The Financial Action Task Force (“FATF”) has re-rated the U.S. as “largely compliant” with FATF’s Recommendation 24, which pertains to transparency related to beneficial ownership of legal persons.  Specifically, FATF released its seventh Enhanced Follow-Up Report (the “Report”) indicating that the improved re-rating was due, in part, to the implementation of the Corporate Transparency Act (“CTA”) as well as the Customer Due Diligence (“CDD”) Rule, which requires covered financial institutions to obtain beneficial ownership information (“BOI”) from designated entity customers opening up accounts.

FATF is an independent, inter-governmental body that develops global policies related to anti-money laundering, terrorist financing, and related crimes. As a member of FATF, the U.S. is subject to evaluations of its technical compliance with the various FATF recommendations. FATF’s lengthy Mutual Evaluation Report for the U.S. (“MER”), issued in December 2016, had identified the U.S. as “deficient” and subject to enhanced follow-up in regards to Recommendation 24.

In a press release, Treasury Secretary Janet Yellen remarked that the re-rating was a result of the past decade of work by the Treasury Department and its interagency partners, and indicated Treasury’s commitment to “strengthening the implementation of the FATF’s global standards.”  As we have blogged, the U.S. has been subject to global criticism for years because it has been perceived as a haven for money laundering and tax evasion.

Despite the progress the U.S. has made in regards to Recommendation 24, the U.S. still has not attained a rating of “compliant.”  The Report asserted that the U.S. and the CTA still present the following deficiencies:

  • Not all states have information on, or require a list of, directors or principal officers.
  • States do not expressly prohibit a legal entity from using a nominee director. While the CTA and BOI Rule addressed this issue by excluding nominees from the definition of a beneficial owner, this CTA exclusion only applies to covered reporting companies and the deficiency has not been fully addressed.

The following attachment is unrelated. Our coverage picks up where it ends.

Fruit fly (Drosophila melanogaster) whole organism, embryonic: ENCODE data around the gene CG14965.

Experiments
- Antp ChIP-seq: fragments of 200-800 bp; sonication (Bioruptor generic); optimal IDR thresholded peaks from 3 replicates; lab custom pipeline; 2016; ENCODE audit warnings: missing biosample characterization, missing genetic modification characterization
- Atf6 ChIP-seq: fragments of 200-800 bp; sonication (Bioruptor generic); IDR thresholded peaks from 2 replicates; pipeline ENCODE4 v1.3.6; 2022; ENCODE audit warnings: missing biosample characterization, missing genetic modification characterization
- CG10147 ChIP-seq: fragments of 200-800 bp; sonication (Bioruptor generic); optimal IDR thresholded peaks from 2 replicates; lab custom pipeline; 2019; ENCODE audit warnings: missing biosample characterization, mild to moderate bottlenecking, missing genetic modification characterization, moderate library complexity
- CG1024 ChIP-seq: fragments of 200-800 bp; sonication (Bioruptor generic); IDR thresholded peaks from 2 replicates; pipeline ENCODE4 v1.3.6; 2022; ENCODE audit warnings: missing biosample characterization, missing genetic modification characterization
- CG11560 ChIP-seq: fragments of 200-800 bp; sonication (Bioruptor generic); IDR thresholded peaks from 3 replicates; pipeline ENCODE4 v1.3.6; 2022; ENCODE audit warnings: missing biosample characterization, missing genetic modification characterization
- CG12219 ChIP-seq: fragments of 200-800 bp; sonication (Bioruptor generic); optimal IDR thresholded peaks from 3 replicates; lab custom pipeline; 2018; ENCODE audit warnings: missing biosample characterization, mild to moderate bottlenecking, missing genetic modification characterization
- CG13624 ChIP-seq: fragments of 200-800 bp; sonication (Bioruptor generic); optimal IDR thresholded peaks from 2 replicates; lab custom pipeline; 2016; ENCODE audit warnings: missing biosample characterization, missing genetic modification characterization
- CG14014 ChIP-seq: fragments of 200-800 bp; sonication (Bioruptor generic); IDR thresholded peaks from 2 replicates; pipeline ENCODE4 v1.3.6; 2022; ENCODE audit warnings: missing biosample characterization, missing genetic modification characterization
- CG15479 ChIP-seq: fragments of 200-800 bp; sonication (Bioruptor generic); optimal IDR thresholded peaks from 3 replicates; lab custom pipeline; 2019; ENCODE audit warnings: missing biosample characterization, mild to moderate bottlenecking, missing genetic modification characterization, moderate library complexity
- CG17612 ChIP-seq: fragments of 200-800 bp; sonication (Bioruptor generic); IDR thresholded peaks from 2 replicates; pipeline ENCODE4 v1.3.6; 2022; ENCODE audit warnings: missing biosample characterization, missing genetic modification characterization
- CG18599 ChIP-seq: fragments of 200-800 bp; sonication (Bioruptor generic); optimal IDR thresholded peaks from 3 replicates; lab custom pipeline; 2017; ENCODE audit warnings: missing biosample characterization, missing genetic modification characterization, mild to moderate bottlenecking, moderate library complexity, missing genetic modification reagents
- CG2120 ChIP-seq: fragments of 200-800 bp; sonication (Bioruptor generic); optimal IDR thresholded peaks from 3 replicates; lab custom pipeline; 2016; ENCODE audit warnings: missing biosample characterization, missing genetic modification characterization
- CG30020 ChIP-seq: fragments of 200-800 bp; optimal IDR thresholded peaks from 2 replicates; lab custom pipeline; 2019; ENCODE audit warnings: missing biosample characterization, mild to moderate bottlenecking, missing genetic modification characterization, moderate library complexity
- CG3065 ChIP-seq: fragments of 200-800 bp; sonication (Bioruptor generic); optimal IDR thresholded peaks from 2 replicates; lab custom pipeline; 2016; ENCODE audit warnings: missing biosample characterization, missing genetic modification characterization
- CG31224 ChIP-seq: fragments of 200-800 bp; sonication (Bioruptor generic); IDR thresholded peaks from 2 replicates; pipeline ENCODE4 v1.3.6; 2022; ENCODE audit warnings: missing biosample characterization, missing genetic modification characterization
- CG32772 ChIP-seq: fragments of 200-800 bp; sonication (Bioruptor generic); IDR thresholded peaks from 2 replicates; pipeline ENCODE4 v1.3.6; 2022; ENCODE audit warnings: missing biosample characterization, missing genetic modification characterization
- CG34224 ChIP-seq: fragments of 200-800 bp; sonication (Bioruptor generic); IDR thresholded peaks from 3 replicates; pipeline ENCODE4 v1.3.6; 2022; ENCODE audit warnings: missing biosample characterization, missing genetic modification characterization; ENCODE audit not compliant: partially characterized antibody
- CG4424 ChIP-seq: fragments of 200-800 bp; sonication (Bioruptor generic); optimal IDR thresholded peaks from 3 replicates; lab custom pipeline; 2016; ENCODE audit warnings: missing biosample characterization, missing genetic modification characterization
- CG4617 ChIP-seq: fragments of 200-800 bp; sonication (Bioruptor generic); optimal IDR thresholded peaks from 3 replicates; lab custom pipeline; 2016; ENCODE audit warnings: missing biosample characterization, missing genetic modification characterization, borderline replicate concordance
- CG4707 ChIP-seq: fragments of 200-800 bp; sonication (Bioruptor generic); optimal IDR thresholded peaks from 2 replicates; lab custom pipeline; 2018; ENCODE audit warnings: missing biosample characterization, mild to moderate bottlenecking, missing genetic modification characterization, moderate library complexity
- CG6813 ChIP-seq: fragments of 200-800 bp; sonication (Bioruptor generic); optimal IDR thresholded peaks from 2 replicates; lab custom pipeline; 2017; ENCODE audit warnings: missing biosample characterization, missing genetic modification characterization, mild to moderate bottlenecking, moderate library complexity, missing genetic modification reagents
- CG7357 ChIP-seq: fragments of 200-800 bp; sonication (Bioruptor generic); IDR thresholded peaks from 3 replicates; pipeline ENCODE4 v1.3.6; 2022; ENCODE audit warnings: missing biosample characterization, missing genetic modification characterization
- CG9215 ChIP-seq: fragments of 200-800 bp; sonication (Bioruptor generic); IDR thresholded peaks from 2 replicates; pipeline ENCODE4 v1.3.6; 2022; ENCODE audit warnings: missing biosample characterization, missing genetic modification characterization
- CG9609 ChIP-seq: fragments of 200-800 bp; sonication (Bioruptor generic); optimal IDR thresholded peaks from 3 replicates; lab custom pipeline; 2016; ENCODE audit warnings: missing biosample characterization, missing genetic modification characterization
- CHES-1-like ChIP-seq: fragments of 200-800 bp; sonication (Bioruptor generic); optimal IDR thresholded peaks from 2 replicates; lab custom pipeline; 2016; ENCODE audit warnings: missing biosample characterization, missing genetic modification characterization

The Report also highlighted the following continuing deficiencies related to the CDD Rule:

  • The Rule allows a reporting entity to provide a residential or business street address of a next of kin or another contact individual when a beneficial owner’s residential or business address is not available. FATF states that this allowance presents room for “abuse.”
  • Covered financial institutions are only required to update BOI on a risk basis and not on a periodic basis. FATF’s preference is to require updates on both a risk and a periodic basis.
  • Although the CDD and BOI Rules require financial institutions and FinCEN to maintain reported BOI information for at least five years, there is no explicit obligation for reporting legal entities to maintain their BOI for at least five years.  FATF notes that this could lead to an “asymmetry” with information available through FIs and FinCEN. 

As a reminder, the CTA requires FinCEN to amend the CDD Rule to account for the BOI reporting and access rules. A proposed rulemaking regarding the CDD rule is expected sometime this summer. Given Treasury’s commitment to implementing FATF standards, we may see the deficiencies related to the CDD Rule addressed in the proposed rulemaking.

Finally, the Report only addressed Recommendation 24.  As the Report notes, FATF still rates the U.S. as “partially compliant” as to five Recommendations and “non-compliant” as to three recommendations, out of a total of 40 Recommendations.  The U.S. is rated “non-compliant” in regards to Recommendations 22, 23 and 28, which collectively pertain to designated non-financial businesses and professions, or DNFBPs (such as lawyers, accountants, real estate agents, and trust and company service providers), in regards to customer due diligence, various “other measures” such as suspicious activity reporting, and overall regulation and supervision.

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